Abuja is the capital and eighth most populous city of Nigeria, located in the centre of the country within the Federal Capital Territory. It is a planned city built mainly in the 1980s based on a master plan by Japanese architect KenzoTange. It replaced Lagos, the country’s most populous city, as the capital on 12 December 1991. At the 2006 census, the city of Abuja had a population of 776,298 making it one of the ten most populous cities in Nigeria (placing eighth as of 2006).
According to the United Nations, Abuja grew by 139.7% between 2000 and 2010, making it the fastest growing city in the world. As of 2015, the city is experiencing an annual growth of at least 35%, retaining its position as the fastest-growing city on the African continent and one of the fastest-growing in the world.
As of 2016, the metropolitan area of Abuja is estimated at six million persons, placing it behind only Lagos as the most populous metro area in Nigeria. Major religious sites include the Nigerian National Mosque and the Nigerian National Christian Centre.
The city is served by the Nnamdi Azikiwe International Airport. Abuja is known for being one of the few purpose-built capital cities in Africa, as well as being one of the wealthiest. Abuja is known for being one of the few purpose-built capital cities in Africa, as well as being. Abuja is Nigeria’s administrative and political capital. It is also a key capital on the African continent due to Nigeria’s geo-political influence in regional affairs. Abuja is also a conference centre and hosts various meetings annually, such as the 2003 Commonwealth Heads of Government meeting and the 2014 World Economic Forum (Africa) meetings.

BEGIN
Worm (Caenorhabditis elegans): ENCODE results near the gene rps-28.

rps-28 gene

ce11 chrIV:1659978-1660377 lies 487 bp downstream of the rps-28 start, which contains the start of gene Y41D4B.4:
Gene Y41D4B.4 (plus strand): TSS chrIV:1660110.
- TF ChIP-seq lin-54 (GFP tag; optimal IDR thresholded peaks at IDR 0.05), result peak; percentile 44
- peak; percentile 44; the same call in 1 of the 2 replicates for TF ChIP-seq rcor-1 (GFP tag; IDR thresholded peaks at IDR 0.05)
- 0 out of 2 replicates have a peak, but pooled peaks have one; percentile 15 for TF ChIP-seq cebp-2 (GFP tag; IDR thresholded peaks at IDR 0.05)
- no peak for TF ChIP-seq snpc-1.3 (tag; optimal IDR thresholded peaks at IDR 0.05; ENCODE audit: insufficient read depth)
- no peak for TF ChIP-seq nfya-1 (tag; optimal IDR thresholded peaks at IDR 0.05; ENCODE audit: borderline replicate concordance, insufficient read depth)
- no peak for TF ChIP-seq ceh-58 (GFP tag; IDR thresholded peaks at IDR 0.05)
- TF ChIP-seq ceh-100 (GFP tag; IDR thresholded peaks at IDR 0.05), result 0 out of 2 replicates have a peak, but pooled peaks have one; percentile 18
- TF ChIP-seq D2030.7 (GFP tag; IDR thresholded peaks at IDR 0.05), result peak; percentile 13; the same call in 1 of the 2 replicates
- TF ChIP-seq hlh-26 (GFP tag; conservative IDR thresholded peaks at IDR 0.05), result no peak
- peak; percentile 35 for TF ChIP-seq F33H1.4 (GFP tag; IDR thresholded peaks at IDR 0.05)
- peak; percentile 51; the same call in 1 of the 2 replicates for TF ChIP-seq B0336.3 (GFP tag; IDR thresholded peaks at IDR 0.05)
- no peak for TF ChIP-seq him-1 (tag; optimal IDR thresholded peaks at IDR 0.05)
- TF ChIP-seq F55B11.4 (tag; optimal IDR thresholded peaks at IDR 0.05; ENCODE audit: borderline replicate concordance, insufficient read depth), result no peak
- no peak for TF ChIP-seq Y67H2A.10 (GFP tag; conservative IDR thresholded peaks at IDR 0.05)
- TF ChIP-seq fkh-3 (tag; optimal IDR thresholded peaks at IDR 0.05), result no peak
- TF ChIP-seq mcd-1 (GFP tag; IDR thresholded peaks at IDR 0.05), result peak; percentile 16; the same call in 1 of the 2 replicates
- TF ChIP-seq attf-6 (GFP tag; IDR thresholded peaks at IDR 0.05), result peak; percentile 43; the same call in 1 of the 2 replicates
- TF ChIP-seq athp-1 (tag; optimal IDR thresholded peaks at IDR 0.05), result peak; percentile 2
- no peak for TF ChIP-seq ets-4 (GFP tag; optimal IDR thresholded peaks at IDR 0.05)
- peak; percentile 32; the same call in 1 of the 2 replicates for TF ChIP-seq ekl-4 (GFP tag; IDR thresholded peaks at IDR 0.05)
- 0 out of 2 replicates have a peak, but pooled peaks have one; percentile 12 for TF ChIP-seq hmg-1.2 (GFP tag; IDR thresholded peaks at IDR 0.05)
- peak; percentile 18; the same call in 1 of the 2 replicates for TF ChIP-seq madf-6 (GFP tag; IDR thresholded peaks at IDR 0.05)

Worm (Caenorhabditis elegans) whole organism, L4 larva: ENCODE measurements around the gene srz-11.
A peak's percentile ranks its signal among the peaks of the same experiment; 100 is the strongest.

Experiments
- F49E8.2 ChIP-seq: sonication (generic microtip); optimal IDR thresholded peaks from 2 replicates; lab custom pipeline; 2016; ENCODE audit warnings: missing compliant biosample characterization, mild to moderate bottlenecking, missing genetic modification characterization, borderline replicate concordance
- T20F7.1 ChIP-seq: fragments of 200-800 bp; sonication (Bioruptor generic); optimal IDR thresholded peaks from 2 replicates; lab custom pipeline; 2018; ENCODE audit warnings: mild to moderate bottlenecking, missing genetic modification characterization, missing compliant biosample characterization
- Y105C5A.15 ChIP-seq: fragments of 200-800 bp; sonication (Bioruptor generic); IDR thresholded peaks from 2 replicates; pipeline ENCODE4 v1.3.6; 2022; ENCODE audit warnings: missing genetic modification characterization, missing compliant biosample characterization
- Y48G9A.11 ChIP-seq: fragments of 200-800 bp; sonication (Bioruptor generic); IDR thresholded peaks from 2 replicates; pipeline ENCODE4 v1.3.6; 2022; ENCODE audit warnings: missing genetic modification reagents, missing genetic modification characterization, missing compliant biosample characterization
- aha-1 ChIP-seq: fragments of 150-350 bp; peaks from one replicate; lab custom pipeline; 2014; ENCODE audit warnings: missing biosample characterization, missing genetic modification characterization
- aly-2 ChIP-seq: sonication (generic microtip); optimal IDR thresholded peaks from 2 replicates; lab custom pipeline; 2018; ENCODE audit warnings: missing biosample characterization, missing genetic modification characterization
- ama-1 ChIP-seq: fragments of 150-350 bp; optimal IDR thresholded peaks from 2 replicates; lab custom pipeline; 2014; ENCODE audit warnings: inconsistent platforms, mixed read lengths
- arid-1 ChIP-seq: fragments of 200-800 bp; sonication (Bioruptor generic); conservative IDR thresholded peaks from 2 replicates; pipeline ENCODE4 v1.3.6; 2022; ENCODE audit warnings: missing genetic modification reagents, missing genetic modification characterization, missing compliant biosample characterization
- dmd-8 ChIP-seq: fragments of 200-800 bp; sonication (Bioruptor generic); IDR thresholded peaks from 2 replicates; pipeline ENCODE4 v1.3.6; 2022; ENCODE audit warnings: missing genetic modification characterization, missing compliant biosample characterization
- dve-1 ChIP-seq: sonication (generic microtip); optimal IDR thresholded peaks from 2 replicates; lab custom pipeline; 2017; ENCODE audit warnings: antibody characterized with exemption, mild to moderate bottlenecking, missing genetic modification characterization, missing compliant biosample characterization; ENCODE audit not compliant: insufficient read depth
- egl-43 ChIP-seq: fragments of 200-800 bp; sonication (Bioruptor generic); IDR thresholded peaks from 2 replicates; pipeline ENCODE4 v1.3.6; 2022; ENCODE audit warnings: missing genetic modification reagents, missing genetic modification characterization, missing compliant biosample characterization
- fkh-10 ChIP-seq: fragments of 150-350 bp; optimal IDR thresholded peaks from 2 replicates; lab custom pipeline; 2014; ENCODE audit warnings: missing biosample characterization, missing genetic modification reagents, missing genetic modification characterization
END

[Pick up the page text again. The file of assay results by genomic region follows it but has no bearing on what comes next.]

LANGUAGES AND RELIGION
The indigenous inhabitants of Abuja are the Gbagyi (Gwari), with the Gbagyi language formerly the major of the region language, and others in the area being Bassa, Gwandara, Gade, Dibo, Nupe and Koro. The major population of the people practices Islam and Christianity.